Fourteen starts and 79 innings into the 2022 season, Jameson Taillon holds an 8-1 record. Despite his last start being a rough outing in Houston in which he allowed six earned runs (coming from two three-run bombs) his current 3.19 ERA and 1.11 WHIP would both rate as career bests. He’s got the best walk rate of his career at just one free pass per nine innings (99th percentile!), and even though his strikeout rate is below average at just 7.2 per nine innings, he has an excellent strikeout to walk ratio of 7-1 approaching the half way point of the season.
From a performance perspective, Taillon has just about everything going for him except big strikeout totals. He’s in the top 25% of the league in hard hit percentage, barrel percentage, chase rate, and walk rate. The only other knock is that he’s only pitched six or more innings three times this year, so his eight wins only come with three quality starts. The Yankees have a phenomenal bullpen so that trend may continue, but he’s been a good to very good pitcher for most of his career and all signs point to his continued success.
However, as you may have noticed, this article is a bit of a departure from the typical analysis I’ve done so far. There are no charts or graphs delving into small variations in BABIP or pitch selections. Sometimes it might be too easy to think about players as a big piles of data points and statistics, especially with all the information we now have available. But even with all the physical gifts and tools at their disposal, the journey to the Major Leagues can difficult and painful and daunting.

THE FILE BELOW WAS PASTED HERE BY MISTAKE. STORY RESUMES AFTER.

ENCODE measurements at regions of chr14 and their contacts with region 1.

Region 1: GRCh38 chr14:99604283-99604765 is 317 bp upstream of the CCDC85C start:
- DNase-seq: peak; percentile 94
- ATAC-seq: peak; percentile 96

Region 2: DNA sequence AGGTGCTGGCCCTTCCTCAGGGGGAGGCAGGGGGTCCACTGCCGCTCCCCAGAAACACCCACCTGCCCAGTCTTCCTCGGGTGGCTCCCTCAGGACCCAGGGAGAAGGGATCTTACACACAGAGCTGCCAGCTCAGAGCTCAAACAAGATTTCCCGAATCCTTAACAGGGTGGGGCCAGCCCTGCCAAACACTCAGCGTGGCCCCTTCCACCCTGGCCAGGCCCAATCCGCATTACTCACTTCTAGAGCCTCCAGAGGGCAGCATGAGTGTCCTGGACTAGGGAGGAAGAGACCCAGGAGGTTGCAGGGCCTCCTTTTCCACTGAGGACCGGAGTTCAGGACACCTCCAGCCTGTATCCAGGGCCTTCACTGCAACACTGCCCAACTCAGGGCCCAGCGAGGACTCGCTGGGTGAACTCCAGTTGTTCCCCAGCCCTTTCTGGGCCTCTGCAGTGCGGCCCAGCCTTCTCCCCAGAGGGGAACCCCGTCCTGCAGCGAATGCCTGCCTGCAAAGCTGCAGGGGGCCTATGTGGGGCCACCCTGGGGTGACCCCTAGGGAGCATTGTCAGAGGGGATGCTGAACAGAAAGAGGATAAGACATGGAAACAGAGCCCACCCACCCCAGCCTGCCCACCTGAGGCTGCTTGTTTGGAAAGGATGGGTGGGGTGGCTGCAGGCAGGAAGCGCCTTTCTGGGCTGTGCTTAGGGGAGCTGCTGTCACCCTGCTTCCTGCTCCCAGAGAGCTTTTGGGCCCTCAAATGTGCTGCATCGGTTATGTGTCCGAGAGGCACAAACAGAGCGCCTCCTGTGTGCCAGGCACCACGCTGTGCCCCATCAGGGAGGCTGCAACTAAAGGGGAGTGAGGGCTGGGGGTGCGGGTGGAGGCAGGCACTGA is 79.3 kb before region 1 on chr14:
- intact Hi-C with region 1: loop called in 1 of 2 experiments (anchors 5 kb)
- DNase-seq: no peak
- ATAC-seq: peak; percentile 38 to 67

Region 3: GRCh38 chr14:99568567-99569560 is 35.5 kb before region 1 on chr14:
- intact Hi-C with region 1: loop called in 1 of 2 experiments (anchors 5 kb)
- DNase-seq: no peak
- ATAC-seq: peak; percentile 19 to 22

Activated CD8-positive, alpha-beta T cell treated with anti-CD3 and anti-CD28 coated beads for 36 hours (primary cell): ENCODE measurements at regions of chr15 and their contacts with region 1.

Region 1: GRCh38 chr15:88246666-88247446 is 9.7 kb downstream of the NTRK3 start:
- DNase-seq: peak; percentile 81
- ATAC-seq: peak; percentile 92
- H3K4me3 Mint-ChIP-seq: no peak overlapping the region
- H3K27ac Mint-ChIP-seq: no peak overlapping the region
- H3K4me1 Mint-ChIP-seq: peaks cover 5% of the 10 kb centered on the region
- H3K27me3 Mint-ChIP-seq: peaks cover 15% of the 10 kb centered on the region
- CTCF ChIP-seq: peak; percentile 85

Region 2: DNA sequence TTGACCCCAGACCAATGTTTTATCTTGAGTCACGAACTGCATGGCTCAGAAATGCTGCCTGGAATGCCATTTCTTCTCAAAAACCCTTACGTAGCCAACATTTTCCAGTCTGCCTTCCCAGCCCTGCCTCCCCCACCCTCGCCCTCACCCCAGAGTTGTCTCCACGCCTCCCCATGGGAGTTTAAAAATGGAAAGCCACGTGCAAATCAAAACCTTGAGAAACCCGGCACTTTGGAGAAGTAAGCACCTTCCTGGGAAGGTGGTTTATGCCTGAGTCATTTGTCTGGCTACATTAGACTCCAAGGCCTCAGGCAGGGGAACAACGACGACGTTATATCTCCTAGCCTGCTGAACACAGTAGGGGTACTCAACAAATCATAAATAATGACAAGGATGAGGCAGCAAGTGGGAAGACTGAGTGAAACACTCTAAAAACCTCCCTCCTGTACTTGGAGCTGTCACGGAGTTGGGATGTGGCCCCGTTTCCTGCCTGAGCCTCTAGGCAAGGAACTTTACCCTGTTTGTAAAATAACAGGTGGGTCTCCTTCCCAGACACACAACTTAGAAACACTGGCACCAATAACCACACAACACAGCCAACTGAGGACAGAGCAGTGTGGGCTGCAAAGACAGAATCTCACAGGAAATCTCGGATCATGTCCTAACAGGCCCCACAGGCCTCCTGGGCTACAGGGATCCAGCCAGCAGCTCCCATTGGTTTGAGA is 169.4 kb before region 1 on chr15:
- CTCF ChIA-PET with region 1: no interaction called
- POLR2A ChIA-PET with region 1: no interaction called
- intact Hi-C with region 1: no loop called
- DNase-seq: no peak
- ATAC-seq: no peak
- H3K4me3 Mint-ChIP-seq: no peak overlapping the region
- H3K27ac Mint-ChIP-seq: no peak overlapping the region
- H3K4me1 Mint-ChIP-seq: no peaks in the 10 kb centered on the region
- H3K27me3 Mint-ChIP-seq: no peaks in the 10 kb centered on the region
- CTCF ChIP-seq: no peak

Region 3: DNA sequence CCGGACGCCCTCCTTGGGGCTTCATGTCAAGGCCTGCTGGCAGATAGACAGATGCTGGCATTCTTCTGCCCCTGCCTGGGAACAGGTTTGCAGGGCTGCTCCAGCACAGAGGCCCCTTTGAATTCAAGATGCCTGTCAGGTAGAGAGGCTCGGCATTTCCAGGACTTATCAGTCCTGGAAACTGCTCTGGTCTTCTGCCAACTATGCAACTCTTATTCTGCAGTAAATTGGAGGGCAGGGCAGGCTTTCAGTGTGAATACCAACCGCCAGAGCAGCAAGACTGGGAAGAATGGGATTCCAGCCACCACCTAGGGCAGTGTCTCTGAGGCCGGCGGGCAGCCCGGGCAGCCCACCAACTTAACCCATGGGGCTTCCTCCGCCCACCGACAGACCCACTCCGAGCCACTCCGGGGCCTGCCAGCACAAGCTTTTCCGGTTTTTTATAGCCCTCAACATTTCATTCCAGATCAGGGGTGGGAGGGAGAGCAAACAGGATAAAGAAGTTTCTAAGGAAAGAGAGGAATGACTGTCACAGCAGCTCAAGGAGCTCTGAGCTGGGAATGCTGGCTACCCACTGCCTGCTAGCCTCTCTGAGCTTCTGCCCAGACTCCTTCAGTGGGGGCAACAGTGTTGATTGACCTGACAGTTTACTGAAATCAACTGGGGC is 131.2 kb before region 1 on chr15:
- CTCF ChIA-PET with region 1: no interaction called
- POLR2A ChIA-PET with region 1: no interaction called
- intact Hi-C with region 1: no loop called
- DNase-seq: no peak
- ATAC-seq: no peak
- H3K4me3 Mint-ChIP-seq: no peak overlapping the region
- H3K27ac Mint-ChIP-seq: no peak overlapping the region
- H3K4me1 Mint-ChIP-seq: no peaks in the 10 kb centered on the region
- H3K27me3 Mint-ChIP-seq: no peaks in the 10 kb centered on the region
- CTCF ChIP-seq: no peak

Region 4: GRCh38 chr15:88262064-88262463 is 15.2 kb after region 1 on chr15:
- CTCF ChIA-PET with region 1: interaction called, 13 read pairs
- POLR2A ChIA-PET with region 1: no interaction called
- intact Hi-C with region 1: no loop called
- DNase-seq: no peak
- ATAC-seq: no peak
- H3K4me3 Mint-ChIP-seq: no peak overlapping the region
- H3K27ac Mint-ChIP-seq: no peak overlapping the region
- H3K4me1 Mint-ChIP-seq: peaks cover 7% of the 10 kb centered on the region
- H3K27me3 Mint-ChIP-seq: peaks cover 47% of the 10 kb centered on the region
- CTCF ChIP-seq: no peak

Jameson Taillon is a tremendously talented athlete, but he’s also shown rare levels of determination, fortitude and poise to overcome several major injuries and a potentially life threatening health scare that make him not just a player to root for, but a person to truly admire. At Pitcher List we want every pitcher to be dope, but I want Taillon to be even doper than most.
Featured Image by Michael Packard (@CollectingPack on Twitter)